‘Can I have the skin-color?’
Multilingual children may experience a reduced sense of belonging if the linguistic landscape of their school is not representative of their own linguistic and cultural resources. The linguistic landscape of a school refers to all the visible written signs and objects found inside a school, such as in the hallways and in classrooms. By enriching the linguistic landscape, the school could be a more inclusive place for multilingual children.Read more
Becoming a multilingual museum: three ideas on where to start
Becoming a multilingual museum can seem rather daunting. Thanks to examples from museums who have been working on this and technological tools, we now have more ideas on how museums can start working on becoming (more) multilingual. See this blogpost for some inspiration!Read more
“One doesn’t need to cancel the other out”
Anyone who needs a translator will never learn Dutch. Translation apps are for people who don’t want to learn the language. These statements can still be heard in the corners of school hallways in 2023, even amongst professionals working with multilingual families. Nevertheless, here’s a gentle plea for a society in which translation and the will to learn Dutch both have a place.Read more
How home languages made math click
You learn Dutch by using Dutch, or so I was always told. But is this really true? Hanneke Baart is a teacher of newcomer students and in her experience, the use of the home language can actually increase their understanding of Dutch. When she started looking into this concept, she discovered that researchers had already given it a name: translanguaging.Read more
How we talk about language matters: #taalachterstand
‘Taalachterstand’ is a controversial word that is often associated with children from minority backgrounds in Dutch schools. Here we present four reasons why we should stop using this word. This is especially important if we are policymakers or educators whose words impact the lives of children and families with a minoritized linguistic background.Read more
Telling time in all languages
“Ten before half five”: why so complicated? We spoke with multilingual children about how they tell time in Arabic, Turkish, and Dari. What are the similarities and differences between doing this in their home language and in Dutch, and how do they handle this? In what languages do they think about time? We learned from their insights and experiences.Read more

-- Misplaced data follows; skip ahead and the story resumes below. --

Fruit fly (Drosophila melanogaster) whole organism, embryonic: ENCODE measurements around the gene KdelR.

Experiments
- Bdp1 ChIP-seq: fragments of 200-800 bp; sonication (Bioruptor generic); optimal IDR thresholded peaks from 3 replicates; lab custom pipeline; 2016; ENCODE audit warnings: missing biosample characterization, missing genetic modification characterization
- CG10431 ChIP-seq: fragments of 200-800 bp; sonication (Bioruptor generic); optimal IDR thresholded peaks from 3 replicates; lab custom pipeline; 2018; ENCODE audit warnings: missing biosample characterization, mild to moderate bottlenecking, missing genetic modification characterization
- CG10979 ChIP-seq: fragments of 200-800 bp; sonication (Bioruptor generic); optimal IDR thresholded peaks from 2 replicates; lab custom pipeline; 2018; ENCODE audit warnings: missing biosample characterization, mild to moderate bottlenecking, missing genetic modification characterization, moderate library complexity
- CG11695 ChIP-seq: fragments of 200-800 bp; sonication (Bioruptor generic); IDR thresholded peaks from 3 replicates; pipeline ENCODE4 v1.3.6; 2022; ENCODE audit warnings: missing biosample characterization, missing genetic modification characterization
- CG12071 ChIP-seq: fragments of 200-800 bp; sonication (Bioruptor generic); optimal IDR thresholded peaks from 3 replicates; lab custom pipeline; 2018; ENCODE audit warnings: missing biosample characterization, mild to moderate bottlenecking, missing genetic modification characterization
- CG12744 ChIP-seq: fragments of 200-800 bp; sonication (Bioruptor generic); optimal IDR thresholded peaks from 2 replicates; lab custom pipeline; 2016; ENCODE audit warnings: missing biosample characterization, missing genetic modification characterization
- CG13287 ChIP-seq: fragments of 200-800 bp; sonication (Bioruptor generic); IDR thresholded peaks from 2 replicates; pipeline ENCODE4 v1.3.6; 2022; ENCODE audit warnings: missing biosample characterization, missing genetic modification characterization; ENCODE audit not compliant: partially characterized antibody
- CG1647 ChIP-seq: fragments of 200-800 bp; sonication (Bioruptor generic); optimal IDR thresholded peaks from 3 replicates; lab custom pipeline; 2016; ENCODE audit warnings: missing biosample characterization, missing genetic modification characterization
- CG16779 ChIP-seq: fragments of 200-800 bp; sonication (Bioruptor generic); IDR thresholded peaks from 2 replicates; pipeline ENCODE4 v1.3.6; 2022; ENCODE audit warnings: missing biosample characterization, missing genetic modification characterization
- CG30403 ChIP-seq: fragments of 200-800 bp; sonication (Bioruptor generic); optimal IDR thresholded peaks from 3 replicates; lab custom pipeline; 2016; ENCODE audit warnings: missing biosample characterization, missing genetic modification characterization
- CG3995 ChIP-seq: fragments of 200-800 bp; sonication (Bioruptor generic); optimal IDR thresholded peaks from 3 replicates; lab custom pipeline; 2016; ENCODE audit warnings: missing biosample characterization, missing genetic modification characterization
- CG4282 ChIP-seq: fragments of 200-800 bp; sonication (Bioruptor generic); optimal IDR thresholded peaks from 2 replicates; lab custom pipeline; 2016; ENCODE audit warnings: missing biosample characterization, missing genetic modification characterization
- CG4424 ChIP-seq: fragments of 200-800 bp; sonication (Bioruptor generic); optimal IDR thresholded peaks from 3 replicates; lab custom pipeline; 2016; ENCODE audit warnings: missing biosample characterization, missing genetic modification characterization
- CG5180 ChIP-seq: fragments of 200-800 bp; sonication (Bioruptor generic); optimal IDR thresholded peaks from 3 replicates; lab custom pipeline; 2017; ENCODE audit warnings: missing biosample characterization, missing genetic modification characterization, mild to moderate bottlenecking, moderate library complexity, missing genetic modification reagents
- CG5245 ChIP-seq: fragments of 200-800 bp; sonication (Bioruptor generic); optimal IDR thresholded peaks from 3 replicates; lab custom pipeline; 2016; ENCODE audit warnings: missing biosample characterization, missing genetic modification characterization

Are two really better than one?
If two brains are better than one, then are two (or more) languages not better than just one? In a meeting with parents and caregivers, Erin experienced how conversations are enriched when people are allowed to use all their languages. “I’d venture to say that without help from multiple languages, it wouldn’t have been possible to have a conversation of such high quality—one where multiple ideas, solutions, and mathematical language were included.”Read more
How multilingual children participate in science museums
How can language play a role in the participation of multilingual children in science museums? This is what we asked multilingual children and their families. In particular with science museums, language is vital. As a visitor, you can do and experience fun activities but if you want a more in-depth understanding, you’re going to need language.Read more
How can you promote multilingualism in science museums?
Interestingly, “language-free” solutions, such as non-verbal communication, were suggested more often than adding languages to the museum.Read more
Do You Want To Discuss It In Farsi?
I teach math to group 3 & 4, where several children speak Farsi. In this one instance, one of the students already understood the assignment and another one didn’t. So I said: “Do you want to discuss it in Farsi?”. Four eyes squinted back up at me.Read more